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PCU members attend the 100th Darling Wildflower Show

27 Sep 2017 - 08:30

On Saturday 16 September 2017, members of the Plant Conservation Unit team, Gina Arena, Samantha Venter and Zander Venter attended the 100th anniversary of the popular annual Darling Wildflower Show. The show was organised by The Darling Wildflower Society and was held at the Darling Golf Club from 14 - 17 September 2017. This year’s centenary show focused on the Wildflower Society’s development over the last 100 years as well as the Herbarium project. Since its inception in 1917, the flower festival, in addition to showcasing the splendour of the West Coast flower region, aims to promote conservation and maintain botanical biodiversity.

Darling lies within the Cape West Coast Biosphere Reserve in the centre of the threatened lowland Sandplain and Renosterveld Fynbos. Due to the different soil types, three main vegetation types are found here namely Strandveld, Sandveld and Renosterveld Fynbos. As such, more than 1200 plant species are found here, of which approximately 80 species are endemic to the region. The exhibition was interesting with a range of common and rare plants showcased from the three vegetation types providing a great opportunity to see, smell and learn about these fragile botanical species. All flowers and plants that were on show grow wild in the Darling district and were picked under the strict supervision of the Darling Wildflower Society. In the hall adjacent to the flower display, there was also an incredible orchid display titled, “Orchids of the Catwalk”, that was put together by Orchid Creations by Trisha.

  

 


The amazing floral display in the hall (Photos: Sam and Zander Venter)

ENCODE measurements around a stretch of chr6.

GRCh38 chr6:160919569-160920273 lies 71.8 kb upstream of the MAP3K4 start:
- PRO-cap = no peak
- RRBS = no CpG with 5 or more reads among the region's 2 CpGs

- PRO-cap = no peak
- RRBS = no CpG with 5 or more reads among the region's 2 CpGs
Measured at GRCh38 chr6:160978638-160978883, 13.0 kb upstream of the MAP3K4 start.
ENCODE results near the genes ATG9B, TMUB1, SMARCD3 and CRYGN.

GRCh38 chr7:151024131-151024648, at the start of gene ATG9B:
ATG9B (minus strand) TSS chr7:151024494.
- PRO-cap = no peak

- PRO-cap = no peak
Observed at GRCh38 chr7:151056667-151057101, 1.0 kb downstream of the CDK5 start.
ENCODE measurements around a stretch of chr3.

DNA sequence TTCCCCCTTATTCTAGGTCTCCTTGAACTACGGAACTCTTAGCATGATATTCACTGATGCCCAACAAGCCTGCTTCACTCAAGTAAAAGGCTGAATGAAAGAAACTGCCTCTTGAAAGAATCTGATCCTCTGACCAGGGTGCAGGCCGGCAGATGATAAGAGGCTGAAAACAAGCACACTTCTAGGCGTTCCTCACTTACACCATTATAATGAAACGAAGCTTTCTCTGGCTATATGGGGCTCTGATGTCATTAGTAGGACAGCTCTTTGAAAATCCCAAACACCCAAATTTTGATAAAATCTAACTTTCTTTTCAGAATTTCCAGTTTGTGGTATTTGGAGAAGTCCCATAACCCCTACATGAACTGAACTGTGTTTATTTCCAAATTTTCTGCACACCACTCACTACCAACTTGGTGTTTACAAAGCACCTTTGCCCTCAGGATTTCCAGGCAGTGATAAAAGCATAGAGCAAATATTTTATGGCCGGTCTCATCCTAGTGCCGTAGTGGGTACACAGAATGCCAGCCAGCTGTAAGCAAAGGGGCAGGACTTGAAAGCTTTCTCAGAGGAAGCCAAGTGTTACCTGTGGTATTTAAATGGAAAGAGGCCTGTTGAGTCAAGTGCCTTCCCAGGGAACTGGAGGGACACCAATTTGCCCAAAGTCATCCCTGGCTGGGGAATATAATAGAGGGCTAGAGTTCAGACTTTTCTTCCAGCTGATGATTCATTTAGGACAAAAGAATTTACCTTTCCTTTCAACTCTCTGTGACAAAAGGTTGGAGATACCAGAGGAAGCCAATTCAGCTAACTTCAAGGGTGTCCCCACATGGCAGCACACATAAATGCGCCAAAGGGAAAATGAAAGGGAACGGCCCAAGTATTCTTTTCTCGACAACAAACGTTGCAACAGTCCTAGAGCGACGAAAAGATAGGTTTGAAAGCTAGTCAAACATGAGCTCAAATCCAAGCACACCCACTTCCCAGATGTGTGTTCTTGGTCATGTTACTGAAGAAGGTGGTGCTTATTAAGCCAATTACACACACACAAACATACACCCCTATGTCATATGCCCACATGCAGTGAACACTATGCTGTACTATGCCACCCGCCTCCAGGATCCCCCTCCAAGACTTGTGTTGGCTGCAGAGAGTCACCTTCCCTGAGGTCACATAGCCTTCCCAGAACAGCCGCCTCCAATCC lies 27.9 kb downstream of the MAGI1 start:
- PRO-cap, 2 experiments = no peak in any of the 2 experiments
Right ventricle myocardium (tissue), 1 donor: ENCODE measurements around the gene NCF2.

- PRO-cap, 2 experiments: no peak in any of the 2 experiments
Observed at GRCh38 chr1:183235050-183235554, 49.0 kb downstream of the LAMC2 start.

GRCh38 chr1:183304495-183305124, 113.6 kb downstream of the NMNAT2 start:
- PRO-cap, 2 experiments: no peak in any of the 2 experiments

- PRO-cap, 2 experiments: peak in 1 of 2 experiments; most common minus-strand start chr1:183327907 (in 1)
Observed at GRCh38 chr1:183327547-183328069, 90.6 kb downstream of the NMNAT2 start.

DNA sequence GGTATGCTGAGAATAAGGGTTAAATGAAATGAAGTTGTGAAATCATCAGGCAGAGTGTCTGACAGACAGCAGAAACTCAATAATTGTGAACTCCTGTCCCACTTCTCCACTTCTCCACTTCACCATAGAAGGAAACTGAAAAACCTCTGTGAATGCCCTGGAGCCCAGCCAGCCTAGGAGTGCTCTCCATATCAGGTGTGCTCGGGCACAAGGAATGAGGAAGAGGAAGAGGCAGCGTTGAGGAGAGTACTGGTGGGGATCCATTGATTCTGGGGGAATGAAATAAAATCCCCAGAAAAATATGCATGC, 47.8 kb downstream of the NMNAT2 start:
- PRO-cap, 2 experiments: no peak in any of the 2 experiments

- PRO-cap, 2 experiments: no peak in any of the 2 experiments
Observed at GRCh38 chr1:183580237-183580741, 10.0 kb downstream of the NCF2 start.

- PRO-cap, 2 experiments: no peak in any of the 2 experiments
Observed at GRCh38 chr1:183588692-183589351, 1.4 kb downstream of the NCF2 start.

The orchid display was exceptional (Photos: Gina Arena)

The team also got the opportunity to listen to a fascinating talk by Stephen Cousins, a PhD student from Stellenbosch University, on his important research on Critically Endangered renosterveld in the Swartland. Stephen’s research focuses on the role that fire plays as an ecosystem driver in renosterveld, as well as the restoration potential of renosterveld that is invaded by alien trees. Stephen also runs the Swartland Custodians of Rare and Endangered Wildflowers (CREW) group which goes on outings to various renosterveld and fynbos sites in the Riebeek Valley, Malmesbury and Moorreesburg areas. If you are interested in joining them on their walks, please contact Stephen to find out more: swartland.botanics@gmail.com. You can also like and follow the Swartland Botanics Facebook page to keep up to date with Stephen's PhD research, and see photos and interesting information about the Swartland's rich and threatened plant life: https://www.facebook.com/swartlandbotanics/.


Stephen Cousins giving us some insight into the importance of the Swartland and the critical work that he is doing there to conserve the vegetation of the area (Photo: Zander Venter)

After the festival, we decided to see some wild flowers in the veld and so visited the farm Oude Post, which is not normally accessible to the public but was open to visitors during the Darling Wildflower Show. Despite the drought, the flowers still put on a marvellous display! A phenomenon that is better appreciated by walking through the veld, instead of driving.

 
The incredible flower display at Oude Post (Photo: Zander Venter)

The Darling Wildflower Society have also developed a Mobile App, which helps with the identification of certain flower species, gives flower society information, as well as flower viewing tips and flower show information. The App is available for Android phones and is downloadable from Google Play.

Overall it was a fun and exciting day with a rich and informative flower show, an interesting talk by Stephen Cousins, fun rides on a tractor through the veld and lots of clothing and food stalls to browse through. We will definitely be returning next year! Learn more here: http://www.capetownmagazine.com/events/darling-wildflower-show/11_37_54589

 
Left: There were so many stalls to browse through and buy from! (Photo:Gina Arena). Right: The Darling Wildflower Society Mobile App (Photo: Sam Venter)

~ Article by Samantha Venter